Every program that airs on the TV station is also linked to the town’s Facebook and Twitter accounts, and council meetings are streamed live on Facebook.

“We have different channels because we realize that not everyone uses the same social media. We have a youth council in the city. We understand that their age group is probably more into Instagram over Facebook. We have found out that Nextdoor is a great tool for some of the gated communities,” Singleton said. 

Sumter's "Mayor's Minute" series highlights city operations and programs.

In Sumter, the three full-time employees in the communications department often team with staff in various departments to expand their reach, said Shelley Kile, Sumter’s communications and tourism director.

“With a small staff in the communications department that serves over 30 departments, we can’t be everywhere all the time, so we coordinate messaging and photos to be taken by department staff on site to help document project progress,” Kile said.

The City of Sumter uses various tools, including traditional media, social media, direct mail, e-news, videos and more. It also has the capability of mass calling customers to report widespread issues through its utility billing software, but reserves that service for emergencies.

“It’s important to break issues down so everyone, internally and externally, can understand and feel as if they can contribute to the development of our community. We utilize all staff and elected officials in the city as communications ambassadors to share what’s happening,” she said. “Working with the mayor’s office, we have created a series called ‘Mayor’s Minute’ that reports stories about council business, city services and community programs and provide those notes to media, employees, public officials and the public, via online and in print. Each month highlights upcoming community events, as well as provides details on projects that are approved or are in progress. That series is ever changing and is currently growing into the video and podcast markets.”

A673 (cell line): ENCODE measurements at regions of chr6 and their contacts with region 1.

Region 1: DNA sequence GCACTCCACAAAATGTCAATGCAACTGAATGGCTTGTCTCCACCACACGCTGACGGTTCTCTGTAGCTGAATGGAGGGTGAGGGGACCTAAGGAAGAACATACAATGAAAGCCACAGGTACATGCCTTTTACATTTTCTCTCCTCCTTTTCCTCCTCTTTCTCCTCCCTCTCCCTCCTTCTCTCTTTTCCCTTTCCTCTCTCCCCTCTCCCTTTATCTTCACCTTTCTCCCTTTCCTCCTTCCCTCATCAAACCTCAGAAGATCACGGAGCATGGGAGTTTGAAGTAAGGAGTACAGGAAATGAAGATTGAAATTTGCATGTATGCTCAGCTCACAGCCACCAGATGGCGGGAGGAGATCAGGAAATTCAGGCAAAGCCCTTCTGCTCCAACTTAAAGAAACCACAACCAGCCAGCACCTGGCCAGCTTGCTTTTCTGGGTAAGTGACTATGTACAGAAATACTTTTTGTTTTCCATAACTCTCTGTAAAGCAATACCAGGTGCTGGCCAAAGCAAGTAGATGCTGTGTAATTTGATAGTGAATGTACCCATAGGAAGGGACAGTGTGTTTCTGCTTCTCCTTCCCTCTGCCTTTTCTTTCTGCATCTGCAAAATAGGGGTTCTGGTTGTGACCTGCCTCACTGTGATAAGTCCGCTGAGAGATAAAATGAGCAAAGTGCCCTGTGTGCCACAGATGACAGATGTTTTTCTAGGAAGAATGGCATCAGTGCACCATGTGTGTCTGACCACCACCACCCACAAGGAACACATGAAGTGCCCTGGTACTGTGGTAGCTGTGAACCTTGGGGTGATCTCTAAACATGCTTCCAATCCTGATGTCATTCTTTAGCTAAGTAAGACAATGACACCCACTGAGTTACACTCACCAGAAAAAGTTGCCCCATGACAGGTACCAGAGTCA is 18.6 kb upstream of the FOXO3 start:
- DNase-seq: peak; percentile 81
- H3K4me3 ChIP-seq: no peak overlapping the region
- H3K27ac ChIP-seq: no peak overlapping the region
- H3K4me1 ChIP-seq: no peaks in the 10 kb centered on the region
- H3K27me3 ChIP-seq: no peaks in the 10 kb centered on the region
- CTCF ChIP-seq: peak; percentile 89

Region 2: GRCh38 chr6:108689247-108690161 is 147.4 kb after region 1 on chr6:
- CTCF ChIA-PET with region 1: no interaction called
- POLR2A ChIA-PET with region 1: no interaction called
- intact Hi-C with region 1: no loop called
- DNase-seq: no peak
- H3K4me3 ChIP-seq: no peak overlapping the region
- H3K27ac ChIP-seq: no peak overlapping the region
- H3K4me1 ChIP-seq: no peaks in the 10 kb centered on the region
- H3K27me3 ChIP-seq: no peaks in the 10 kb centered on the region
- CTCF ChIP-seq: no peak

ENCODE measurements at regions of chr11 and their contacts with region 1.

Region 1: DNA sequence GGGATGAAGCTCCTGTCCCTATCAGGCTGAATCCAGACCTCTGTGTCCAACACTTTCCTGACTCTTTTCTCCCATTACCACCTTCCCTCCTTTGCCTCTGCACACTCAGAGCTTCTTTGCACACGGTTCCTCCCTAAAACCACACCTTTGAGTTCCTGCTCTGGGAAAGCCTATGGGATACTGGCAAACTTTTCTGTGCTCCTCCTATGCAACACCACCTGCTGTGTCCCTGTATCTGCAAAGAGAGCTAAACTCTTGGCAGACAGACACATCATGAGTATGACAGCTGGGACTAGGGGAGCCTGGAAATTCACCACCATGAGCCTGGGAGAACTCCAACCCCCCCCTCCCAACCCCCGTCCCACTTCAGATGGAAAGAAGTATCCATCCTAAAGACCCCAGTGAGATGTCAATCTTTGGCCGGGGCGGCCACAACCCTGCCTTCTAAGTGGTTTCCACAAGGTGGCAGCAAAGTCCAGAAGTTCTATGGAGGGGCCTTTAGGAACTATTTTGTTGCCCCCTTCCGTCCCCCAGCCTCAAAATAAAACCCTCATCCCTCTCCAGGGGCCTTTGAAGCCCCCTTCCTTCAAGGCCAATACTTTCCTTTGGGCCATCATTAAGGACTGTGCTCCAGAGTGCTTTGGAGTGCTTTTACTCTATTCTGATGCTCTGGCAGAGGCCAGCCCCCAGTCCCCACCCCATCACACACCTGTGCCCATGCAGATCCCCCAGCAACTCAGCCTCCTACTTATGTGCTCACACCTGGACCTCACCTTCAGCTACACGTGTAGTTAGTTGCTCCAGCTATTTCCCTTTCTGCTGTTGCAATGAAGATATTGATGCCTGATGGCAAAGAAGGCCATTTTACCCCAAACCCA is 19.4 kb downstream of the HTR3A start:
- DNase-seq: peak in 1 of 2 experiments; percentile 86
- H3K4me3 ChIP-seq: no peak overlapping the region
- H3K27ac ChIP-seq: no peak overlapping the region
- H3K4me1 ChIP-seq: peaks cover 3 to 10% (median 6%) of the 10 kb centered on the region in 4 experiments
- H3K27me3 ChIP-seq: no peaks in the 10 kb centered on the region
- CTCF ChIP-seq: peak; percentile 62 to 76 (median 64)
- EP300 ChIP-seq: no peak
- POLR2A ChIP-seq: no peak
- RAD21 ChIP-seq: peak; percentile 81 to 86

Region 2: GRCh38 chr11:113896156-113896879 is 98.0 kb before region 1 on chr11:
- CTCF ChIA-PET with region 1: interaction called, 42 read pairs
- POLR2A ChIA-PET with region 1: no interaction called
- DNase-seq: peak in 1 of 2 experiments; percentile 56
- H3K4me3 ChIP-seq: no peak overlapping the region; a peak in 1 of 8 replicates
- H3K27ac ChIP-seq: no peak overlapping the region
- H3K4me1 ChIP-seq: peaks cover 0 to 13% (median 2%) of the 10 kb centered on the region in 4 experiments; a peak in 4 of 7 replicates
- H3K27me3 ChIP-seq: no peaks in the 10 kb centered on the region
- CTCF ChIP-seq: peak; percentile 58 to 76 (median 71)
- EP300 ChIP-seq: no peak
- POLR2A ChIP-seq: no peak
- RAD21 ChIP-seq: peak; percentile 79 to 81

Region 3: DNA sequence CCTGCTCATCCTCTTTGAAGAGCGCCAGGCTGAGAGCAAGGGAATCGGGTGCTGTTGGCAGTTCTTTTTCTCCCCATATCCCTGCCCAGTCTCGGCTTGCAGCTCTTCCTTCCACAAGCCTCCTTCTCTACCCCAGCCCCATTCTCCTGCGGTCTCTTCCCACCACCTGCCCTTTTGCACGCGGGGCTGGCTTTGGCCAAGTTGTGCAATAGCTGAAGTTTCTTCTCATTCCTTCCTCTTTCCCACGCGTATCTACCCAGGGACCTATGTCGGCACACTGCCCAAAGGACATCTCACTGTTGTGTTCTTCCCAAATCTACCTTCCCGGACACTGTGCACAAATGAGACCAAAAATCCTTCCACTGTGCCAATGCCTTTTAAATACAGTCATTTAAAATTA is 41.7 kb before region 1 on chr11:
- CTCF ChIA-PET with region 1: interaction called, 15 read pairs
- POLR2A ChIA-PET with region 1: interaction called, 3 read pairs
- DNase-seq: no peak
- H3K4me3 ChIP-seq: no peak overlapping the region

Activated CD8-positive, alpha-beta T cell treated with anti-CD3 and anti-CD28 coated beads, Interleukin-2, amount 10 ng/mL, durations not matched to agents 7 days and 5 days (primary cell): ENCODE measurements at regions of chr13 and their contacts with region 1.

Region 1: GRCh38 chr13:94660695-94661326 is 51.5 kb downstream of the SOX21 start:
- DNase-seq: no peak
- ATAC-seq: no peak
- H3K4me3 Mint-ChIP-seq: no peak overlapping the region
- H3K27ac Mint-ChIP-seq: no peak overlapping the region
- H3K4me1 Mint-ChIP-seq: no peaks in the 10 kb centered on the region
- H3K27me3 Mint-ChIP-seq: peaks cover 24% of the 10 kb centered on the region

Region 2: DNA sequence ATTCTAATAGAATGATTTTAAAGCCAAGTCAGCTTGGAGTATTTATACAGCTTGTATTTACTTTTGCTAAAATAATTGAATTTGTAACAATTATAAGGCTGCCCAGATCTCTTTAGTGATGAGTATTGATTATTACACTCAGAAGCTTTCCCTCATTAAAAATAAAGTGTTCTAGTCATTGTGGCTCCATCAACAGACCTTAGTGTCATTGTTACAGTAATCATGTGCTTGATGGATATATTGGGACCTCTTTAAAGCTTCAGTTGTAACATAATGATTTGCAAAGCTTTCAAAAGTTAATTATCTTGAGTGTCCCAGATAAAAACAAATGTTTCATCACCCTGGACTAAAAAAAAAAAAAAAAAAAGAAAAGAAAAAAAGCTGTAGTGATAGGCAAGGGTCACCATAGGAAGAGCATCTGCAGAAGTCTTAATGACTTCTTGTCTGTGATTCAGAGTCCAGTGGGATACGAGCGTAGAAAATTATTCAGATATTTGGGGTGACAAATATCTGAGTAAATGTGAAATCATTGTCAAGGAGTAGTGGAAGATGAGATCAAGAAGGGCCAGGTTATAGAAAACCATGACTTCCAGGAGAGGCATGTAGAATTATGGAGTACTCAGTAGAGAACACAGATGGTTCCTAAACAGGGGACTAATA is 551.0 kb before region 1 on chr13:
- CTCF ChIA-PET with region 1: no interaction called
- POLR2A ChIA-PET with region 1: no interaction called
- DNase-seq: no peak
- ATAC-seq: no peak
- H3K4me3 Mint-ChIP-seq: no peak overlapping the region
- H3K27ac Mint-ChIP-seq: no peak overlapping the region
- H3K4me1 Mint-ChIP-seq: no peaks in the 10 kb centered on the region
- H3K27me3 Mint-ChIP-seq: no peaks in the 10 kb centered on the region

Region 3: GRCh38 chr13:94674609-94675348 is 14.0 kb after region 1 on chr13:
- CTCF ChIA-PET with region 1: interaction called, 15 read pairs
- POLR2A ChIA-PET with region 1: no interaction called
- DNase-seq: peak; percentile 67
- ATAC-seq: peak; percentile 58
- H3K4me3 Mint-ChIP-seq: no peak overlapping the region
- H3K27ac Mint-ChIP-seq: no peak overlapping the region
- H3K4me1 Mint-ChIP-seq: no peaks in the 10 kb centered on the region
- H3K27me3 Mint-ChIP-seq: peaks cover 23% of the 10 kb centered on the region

Williamston Police Chief Tony Taylor uses social media videos to talk to the community. 
Photo: Town of Williamston.

In Williamston, Police Chief Tony Taylor uses social media videos to communicate with the public – and improve the morale of his department. On Facebook, viewers can see everything from Taylor getting soaked in a festival dunking booth to the chief sharing information about an arrest in a bank robbery case.

“There are two sides that people need to see. We have a human side and we like to have fun. But I also want educate the public, so I went out riding with one of our officers and posted a Facebook video,” Taylor said. “It’s important that we not only develop trust, but that we have that personal touch. People need to have a sense of knowing the people that they hire to protect them.”

With the pandemic curtailing the amount of time Taylor could spend meeting people face-to-face, social media and videos allowed him to have that dialogue with the community. Those conversations include videos that offer shout-outs and praise, for everyone from his officers to a group of children who sent thank-you notes after visiting the police department.

“We discipline in private and we praise in public. When you can tell your officers they’re doing a great job and it’s coming from the chief, that helps with the morale of the officers,” he said.
Taylor has been the chief since 2013 over the department with 21 full-time and five part-time officers.

“It helps with morale when you can brag on your guys. Not just a picture, but a video when you talk about your officers and how much they mean to the agency,” Taylor said.